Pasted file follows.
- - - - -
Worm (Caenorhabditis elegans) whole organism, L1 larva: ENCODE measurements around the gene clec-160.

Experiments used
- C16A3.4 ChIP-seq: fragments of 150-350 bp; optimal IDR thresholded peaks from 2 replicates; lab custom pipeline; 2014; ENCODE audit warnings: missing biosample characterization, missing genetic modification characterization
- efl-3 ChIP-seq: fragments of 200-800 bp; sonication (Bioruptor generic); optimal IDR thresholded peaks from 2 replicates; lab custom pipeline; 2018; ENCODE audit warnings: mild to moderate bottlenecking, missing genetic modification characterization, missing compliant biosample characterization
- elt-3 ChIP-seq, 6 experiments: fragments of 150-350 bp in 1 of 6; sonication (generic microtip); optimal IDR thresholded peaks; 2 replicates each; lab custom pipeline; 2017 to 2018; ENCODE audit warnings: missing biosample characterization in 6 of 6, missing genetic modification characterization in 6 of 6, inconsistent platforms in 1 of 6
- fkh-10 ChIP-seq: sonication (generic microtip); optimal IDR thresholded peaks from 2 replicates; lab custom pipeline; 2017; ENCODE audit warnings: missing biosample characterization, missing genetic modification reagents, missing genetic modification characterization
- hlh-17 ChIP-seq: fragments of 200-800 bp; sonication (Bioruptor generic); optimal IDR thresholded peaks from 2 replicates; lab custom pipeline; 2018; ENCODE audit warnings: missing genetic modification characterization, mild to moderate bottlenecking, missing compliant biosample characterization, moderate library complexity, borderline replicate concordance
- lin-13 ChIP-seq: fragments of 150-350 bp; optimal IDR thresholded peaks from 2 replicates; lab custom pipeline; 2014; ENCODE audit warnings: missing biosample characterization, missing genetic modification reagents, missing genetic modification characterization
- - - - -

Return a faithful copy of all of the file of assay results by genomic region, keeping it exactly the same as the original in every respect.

Worm (Caenorhabditis elegans) whole organism, L1 larva: ENCODE measurements around the gene clec-160.

Experiments used
- C16A3.4 ChIP-seq: fragments of 150-350 bp; optimal IDR thresholded peaks from 2 replicates; lab custom pipeline; 2014; ENCODE audit warnings: missing biosample characterization, missing genetic modification characterization
- efl-3 ChIP-seq: fragments of 200-800 bp; sonication (Bioruptor generic); optimal IDR thresholded peaks from 2 replicates; lab custom pipeline; 2018; ENCODE audit warnings: mild to moderate bottlenecking, missing genetic modification characterization, missing compliant biosample characterization
- elt-3 ChIP-seq, 6 experiments: fragments of 150-350 bp in 1 of 6; sonication (generic microtip); optimal IDR thresholded peaks; 2 replicates each; lab custom pipeline; 2017 to 2018; ENCODE audit warnings: missing biosample characterization in 6 of 6, missing genetic modification characterization in 6 of 6, inconsistent platforms in 1 of 6
- fkh-10 ChIP-seq: sonication (generic microtip); optimal IDR thresholded peaks from 2 replicates; lab custom pipeline; 2017; ENCODE audit warnings: missing biosample characterization, missing genetic modification reagents, missing genetic modification characterization
- hlh-17 ChIP-seq: fragments of 200-800 bp; sonication (Bioruptor generic); optimal IDR thresholded peaks from 2 replicates; lab custom pipeline; 2018; ENCODE audit warnings: missing genetic modification characterization, mild to moderate bottlenecking, missing compliant biosample characterization, moderate library complexity, borderline replicate concordance
- lin-13 ChIP-seq: fragments of 150-350 bp; optimal IDR thresholded peaks from 2 replicates; lab custom pipeline; 2014; ENCODE audit warnings: missing biosample characterization, missing genetic modification reagents, missing genetic modification characterization